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Discussion Starter · #1 ·
Hello everyone, my first post here.

So, I've been around guns my whole life. I grew up shooting my dads S&W .38 special. My only handgun is an old and rapidly wearing out Browning Challenger III that I've had for the last 10 years, which I bought used from a close friend of my dads. I recently bought my first house, I'm married, starting a family soon, and frequent the mountains of Montana.

I don't have a huge budget, but I think I'm ready to put some $$ towards a fairly serious center fire pistol. I don't really have a rental range around these parts, and don't really know any serious shooters, so the try before you buy is going to be tough.

I don't plan on doing concealed carry, its prohibited at my job, besides I've got the serious ninja skills....or something like that. Anyway, I really don't want a super small gun or a major hand canon. I want something I can have at home or on the trail, can shoot comfortably, has some decent power, it reliable and safe, and maybe even comfortable for my wife to shoot once in a while. I'm comfortable with both revolvers and auto loaders, but I don't really know what direction to go.

Anyone have any help to offer?

Brian
 

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A 4" barrel on a DA .357 revolver is about as versatile and reliable as you can get. The .357 has a wide range of ammo available - including some real boomers from Cor-Bon or Buffalo Bore, and you have the option of going as light as .38 Spl or .38 Spl +P in the same handgun.

Take a hard look at a Ruger GP-100, a used Colt Trooper, or, for something a little lighter and better for packing, a K-frame Smith (an older pinned and recessed Model 19 or Model 66 would be my recommendation). One of the Ruger "Six" series revolvers (Security Six or Service Six) used to be pretty good deals, but the price on them has gone up in the last couple years... they are just a whisker heavier than the K-frame Smith, but lighter than the GP-100 or the Colt Trooper.
 

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Discussion Starter · #3 ·
Well I've done some shopping around. I've narrowed my search to two different guns, both of which I suppose I'd someday own either way, so which ever I get first doesn't matter. There is a local gun show in just a few weeks, so I'll shop for the best deal now and pick up the other at the summer gun show.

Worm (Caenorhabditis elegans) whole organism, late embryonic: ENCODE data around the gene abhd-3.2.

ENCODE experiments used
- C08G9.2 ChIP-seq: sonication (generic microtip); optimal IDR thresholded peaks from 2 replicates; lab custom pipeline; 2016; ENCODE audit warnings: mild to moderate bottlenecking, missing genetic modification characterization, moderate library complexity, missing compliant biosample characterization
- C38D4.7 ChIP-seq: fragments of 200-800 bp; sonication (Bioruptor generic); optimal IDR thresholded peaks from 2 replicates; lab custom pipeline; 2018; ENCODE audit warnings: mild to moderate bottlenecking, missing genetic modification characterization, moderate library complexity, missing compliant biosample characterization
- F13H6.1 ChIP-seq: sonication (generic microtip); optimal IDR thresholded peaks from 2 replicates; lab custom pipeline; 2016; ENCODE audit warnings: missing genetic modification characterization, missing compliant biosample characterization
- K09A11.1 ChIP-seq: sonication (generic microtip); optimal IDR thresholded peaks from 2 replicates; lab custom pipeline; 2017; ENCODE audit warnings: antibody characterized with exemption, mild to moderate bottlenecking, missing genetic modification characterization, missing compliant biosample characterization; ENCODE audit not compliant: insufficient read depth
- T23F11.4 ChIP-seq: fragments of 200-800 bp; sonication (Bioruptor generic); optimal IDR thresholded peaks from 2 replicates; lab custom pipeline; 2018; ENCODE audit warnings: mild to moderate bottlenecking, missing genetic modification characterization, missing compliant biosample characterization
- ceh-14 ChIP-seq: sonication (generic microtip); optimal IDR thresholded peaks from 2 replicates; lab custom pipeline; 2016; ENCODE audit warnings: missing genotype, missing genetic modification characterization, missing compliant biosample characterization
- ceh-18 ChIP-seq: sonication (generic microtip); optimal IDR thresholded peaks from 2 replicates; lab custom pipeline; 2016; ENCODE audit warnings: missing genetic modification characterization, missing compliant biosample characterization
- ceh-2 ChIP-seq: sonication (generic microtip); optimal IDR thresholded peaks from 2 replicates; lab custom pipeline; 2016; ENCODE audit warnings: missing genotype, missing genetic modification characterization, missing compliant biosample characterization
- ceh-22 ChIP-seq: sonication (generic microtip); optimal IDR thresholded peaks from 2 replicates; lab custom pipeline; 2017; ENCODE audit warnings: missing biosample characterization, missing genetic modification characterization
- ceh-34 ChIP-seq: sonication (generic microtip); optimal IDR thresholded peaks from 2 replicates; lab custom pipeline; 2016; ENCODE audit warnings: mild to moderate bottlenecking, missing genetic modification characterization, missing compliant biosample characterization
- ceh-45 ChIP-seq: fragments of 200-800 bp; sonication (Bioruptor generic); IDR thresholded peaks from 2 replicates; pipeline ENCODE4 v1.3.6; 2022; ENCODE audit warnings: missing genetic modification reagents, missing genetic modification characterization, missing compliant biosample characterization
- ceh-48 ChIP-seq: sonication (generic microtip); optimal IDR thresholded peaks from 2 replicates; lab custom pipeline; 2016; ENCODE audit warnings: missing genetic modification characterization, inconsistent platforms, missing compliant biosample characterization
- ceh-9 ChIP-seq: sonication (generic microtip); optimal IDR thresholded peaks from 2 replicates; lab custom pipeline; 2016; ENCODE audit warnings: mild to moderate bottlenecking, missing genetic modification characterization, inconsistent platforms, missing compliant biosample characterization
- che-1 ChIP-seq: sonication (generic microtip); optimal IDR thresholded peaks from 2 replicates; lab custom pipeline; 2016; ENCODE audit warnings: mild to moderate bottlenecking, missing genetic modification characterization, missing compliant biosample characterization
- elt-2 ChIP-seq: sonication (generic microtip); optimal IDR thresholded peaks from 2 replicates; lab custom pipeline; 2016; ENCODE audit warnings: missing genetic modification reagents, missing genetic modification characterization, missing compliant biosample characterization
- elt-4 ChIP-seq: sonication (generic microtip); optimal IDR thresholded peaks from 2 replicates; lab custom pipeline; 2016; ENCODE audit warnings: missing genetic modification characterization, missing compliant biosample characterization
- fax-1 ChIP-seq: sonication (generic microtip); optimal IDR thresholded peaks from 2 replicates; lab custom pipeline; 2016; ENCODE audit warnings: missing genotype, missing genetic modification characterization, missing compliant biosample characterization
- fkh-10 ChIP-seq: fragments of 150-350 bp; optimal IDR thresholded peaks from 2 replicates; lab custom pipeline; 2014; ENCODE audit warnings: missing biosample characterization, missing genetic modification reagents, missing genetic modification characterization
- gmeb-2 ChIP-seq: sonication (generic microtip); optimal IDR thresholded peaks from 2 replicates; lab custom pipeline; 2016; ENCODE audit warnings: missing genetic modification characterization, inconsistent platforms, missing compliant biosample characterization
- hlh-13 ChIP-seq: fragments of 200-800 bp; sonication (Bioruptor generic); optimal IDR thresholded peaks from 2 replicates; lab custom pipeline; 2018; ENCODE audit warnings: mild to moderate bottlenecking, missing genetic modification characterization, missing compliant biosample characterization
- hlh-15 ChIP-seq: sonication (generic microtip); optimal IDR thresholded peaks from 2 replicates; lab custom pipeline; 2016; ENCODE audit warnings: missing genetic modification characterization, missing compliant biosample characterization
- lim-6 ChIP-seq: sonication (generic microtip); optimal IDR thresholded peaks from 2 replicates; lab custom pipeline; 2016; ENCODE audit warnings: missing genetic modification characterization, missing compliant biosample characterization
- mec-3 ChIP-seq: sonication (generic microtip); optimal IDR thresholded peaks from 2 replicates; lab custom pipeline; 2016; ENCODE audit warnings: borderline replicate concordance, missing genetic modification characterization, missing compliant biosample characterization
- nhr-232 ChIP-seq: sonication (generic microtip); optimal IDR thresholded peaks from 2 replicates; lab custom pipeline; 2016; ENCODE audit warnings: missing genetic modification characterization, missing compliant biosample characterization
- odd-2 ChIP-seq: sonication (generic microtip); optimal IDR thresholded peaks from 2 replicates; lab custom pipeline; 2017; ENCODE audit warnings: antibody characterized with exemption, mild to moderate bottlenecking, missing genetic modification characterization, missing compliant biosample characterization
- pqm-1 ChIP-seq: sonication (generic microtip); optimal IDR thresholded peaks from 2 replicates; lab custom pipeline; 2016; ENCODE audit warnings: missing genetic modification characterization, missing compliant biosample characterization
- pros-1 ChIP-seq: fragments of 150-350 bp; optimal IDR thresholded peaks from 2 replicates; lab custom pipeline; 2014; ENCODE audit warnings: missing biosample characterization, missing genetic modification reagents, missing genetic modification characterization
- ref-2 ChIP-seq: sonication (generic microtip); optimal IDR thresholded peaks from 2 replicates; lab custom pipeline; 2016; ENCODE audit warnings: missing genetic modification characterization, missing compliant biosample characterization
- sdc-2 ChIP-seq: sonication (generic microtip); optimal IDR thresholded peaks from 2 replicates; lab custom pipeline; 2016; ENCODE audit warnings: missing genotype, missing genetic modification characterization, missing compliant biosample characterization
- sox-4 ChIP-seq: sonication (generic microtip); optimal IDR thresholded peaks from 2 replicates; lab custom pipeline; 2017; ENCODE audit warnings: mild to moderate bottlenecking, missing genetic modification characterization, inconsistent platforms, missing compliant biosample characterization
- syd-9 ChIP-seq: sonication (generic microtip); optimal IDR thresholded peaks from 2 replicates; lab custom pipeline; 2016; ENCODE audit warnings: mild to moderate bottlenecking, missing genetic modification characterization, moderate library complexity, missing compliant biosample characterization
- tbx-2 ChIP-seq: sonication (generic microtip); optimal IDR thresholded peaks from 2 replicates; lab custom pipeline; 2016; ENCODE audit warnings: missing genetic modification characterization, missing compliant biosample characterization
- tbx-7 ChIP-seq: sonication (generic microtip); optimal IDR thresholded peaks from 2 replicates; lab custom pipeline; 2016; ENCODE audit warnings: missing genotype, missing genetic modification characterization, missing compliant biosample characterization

I've decided on either the Springfield XDm in .40 or the Ruger GP100 in .357 mag, both offered new for around $600 at local gun stores. As far as ammo prices around here, the .40 is right in between the .38 and the .357 so I figure the ammo cost is mostly a wash, maybe a touch cheaper if I were to shoot more .38 than .357. I really like the feel of both of these guns in my hand, and I'm comfortable with both the revolver and the auto loader. Should be fun.
 

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Without an ability to gain experience with the plastic guns, and based upon your past experience, the GP100 is my recommendation. You'll never regret it. .38spl ammo is relatively cheap and the boomers in .357 will bring down a deer or man, instantly.
 

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If you want a DA revolver the GP-100 is a great choice and will last for generations even with a steady diet of magnum loads. If you are open to other options I suggest a .357 in a Ruger Blackhawk, especially the convertible model that has two cylinders and can shoot .38, .357 and 9mm with the second cylinder. You can do the same thing in a larger caliber if you get a Blackhawk in 45 Colt/45acp. I have both and they are very versatile and you can take advantage of cheaper ammo in several calibers.
 

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Hey Brian, welcome aboard.

I agree with the .357 suggestions. A revolver will be easier for your wife to learn on. No magazines to load, or mess up. No slide. Before you get any automatic make sure she can work the slide. I've seen many frustrated men fuss at their wives because they didn't have the arm strength to operate the slide of the gun they wanted their wife to have. The grip is usually more comfortable (no magazine running through the middle of it), and can be changed from wood, to rubber, smooth, checkered, finger grooved, etc. Mild .38 target loads, to tooth rattling hunting loads for plinking, self/home defense, hunting. I have several .357s and they are the most versatile handguns out there.

I just bought an excellent used 4" S&W K-frame for $379 ($427 with tax and background check) from Robertson Trading Post at GunsAmerica.com. You can never go wrong with either a Smith or a Ruger.

Meeteetse had a good idea, too. I've got two of the Ruger Convertibles (both barrel lengths). Bought them for CAS with the idea of practicing with the cheap Russian Wolf 9mm ammo. They are both tack drivers and fun to shoot.
 
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